Sunday, March 7, 2010

Chinese Democracy

After the Google/China showdown went public a few weeks ago the media spent a few days solemnly debating whether or not China would allow Google to operate uncensored in China. As far as I can tell, this debate is pretty silly- censorship is vitally important to the Communist Party's grip on power, so I'm reasonably sure they won't even entertain the idea of relaxing restrictions on Google unless they think they can somehow game the system by blocking individual websites and pages after Google stops doing the dirty work for them.

Hong Kong has stayed in an unusual holding pattern since the Chinese retook control in 1997. A number of positions in Hong Kong are elected, but others are controlled by businesses, and still more are directly named by Beijing. Most accounts seem to agree that Beijing has been pretty good about sticking to the "One China, Two Systems" agreement, probably more out of a fear of accidentally ruining the massively profitable island rather than any stand on principles. China promised that Hong Kong would be allowed to fully democratize within the next decade or so, which makes this a little bit worrisome:
China has warned that a plan by pro-democracy activists in Hong Kong to use a special election as a de facto referendum on democratic reform is a threat to stability in the former British colony.
Labeling something a "threat to stability" is often a prelude to a massive crackdown in China. But Hong Kong hasn't yet been trampled on the same way most places in mainland China have been- there are annual vigils in remembrance of Tiananmen, people have the right to gather and to speak their minds, and the judiciary is still independent. It's hard to say what will happen- as democracy activists push their luck, Beijing will have to choose between messing with a system that produces piles of cash, or allowing the people to take more of the reins. I think this is going to be a far harder decision for them than the Google one.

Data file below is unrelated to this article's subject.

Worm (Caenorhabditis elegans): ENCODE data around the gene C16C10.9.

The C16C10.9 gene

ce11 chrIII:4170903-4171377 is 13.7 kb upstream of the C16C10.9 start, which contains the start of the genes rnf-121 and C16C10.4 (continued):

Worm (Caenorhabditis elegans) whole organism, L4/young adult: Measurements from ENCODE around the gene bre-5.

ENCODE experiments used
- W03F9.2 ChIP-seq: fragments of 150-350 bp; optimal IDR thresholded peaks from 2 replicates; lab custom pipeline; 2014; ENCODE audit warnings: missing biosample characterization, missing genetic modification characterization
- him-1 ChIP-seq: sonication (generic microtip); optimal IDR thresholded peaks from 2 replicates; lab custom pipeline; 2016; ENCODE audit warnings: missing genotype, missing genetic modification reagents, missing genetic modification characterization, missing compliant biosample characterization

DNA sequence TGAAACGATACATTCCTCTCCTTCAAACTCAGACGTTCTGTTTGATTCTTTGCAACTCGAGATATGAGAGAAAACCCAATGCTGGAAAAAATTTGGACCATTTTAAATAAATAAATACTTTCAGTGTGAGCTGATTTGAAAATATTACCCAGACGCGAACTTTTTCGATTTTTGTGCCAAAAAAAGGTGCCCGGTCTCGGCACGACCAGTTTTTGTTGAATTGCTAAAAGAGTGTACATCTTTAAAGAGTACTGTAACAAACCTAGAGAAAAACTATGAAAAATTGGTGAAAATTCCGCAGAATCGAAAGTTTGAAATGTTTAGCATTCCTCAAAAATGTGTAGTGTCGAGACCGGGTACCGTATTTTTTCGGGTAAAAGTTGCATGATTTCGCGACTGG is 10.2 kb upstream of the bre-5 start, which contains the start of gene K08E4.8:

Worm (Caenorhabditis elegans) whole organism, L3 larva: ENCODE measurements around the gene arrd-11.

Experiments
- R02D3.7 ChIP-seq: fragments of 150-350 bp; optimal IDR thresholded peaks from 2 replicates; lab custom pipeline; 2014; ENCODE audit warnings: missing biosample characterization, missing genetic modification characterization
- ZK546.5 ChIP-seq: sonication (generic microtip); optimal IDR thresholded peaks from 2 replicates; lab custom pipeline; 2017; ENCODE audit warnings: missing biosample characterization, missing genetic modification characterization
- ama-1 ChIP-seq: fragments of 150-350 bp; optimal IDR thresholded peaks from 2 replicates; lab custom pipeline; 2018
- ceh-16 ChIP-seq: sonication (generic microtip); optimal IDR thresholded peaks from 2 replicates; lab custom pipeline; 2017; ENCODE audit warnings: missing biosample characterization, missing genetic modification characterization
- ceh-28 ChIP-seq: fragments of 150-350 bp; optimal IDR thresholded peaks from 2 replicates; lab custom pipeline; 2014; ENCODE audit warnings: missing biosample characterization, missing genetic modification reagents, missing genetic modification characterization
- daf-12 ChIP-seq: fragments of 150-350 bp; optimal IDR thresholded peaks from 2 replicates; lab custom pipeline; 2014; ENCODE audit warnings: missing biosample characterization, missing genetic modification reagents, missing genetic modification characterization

Meanwhile, some on the mainland are making unusually detailed criticisms of government policies. Director Yu Jianrong, from the Chinese Academy of Social Sciences' Institute of Rural Affairs, has publicly warned that:
Hardline security policies are taking the country to the brink of 'revolutionary turmoil.'

Deepening social fractures were caused by the Communist Party's obsession with preserving its monopoly on power through 'state violence' and 'ideology,' rather than justice, Professor Yu said.

Disaster could be averted only if 'interest groups' - which he did not identify - were capable of making a rational compromise to subordinate themselves to the constitution, he said.
'Interest groups' probably refers to specific groups within the Chinese leadership, most likely the Hu/Li group, whose ideology has led to the current use of harsh tactics to preserve Communist Party power at any cost from even the slightest of threats. The argument that the leaders should 'subordinate themselves to the constitution' is a similar one made by a broad spectrum of critics, from human rights activists to minority spokesmen among the Tibetans or Uyghurs. It remains to be seen if Beijing will take the message well or not.


  1. Reading things like this make me hopeful for China going forward. 10% growth can only do so much, with enclaves like Hong Kong that have to be treated differently, and 300 worker riots a month, you'd to think the current rule would be nearing it's end.

    Then again, when everyone is falling over themselves to not offend you because you've got 10% yearly growth... it doesn't make it easy for the Chinese people to find as many international allies as should be available to them.

  2. I think 2012 is going to be interesting to watch, as the new generation of Chinese leadership takes over- they're going to be in a position to make the decisions that will either put China on a path towards true stability, or commit further towards a government that doesn't really seem sustainable in the long run.